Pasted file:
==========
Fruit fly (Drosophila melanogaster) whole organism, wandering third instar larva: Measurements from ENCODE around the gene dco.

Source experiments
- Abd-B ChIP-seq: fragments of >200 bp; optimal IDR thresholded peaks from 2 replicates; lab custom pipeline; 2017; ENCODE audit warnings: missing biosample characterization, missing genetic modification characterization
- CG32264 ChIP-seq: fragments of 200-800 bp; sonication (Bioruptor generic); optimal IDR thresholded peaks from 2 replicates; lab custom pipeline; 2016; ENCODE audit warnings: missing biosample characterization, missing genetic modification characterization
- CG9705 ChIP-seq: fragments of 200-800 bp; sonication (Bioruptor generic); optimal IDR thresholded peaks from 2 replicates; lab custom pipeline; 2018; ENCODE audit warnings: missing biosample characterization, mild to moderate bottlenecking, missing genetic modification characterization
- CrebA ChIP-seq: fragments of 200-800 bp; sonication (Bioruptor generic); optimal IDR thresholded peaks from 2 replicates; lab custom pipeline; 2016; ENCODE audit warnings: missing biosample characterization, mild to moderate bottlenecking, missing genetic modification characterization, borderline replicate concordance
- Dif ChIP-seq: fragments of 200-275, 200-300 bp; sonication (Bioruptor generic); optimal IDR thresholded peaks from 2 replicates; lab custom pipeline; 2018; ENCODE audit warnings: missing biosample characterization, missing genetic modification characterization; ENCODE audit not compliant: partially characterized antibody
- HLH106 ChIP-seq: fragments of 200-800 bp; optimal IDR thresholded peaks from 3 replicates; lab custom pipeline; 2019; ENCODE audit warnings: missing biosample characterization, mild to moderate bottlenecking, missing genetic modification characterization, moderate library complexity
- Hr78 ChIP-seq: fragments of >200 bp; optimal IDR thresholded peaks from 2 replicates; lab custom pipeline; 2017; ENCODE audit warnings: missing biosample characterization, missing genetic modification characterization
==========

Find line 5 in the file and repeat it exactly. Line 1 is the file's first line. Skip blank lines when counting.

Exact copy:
- CG9705 ChIP-seq: fragments of 200-800 bp; sonication (Bioruptor generic); optimal IDR thresholded peaks from 2 replicates; lab custom pipeline; 2018; ENCODE audit warnings: missing biosample characterization, mild to moderate bottlenecking, missing genetic modification characterization